As agencies gear up various policies for in-person work amid hybrid environments, federal leaders are turning attention to take advantage of in-person experiences.
One example is mentoring women new in their positions. This can include appointing someone in or outside your team to shadow leaders for a day to learn skills like collaboration, conducting meetings and problem-solving.
Another example is hosting occasional in-person meetings where staff can ask leadership questions and engage with each other without the barrier of a laptop screen.
These intentional experiences are critical during a time when the next generation enters the workforce and has to learn these softer skills with fewer face-to-face opportunities amid hybrid and remote-work environments.
Overall, working group members see importance in face time, while still maintaining the flexibility remote work provides. The key is finding that balance.
Remote Work’s Impact on Recruiting and Hiring Women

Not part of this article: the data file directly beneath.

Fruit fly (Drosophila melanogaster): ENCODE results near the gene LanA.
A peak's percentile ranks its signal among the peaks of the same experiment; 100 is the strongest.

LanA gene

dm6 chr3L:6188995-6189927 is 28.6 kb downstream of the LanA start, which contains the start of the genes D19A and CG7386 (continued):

Hybrid and remote-work schedules have greatly impacted the recruiting environment as recruiters were not necessarily bound by a geographically focused applicant pool.
Now with newer policies on in-person work, government agencies are assessing what to do about remote hires that were brought in during widespread remote-work periods amid recent calls to return to the office.
This is now creating challenges for women in technology leadership positions and recruiting quality talent.
For instance, a recent survey suggests more than half of Millennials and Generation Z preferred remote work. Recruiting from these talent pools can present challenges when attracting this next generation of technologists and leaders, especially women.
Even recruiting working mothers can be challenging if their preference to work remote leads to not bringing in quality candidates. This is especially important as women often take the burden of family caregiving, according to recent studies.
As federal leaders evolve their in-person and remote-work strategies, creating a balance for the workforce can lead to widespread opportunities for developing the next generation of women tech leaders.
The increased flexibility for family caregivers makes women more productive, and the flexibility supports healthy work-life balances.
Still there are numerous benefits for women when working in person, including mentorship opportunities, face time with leadership and acquiring new skills. The key will be finding the right balance for the entire workforce.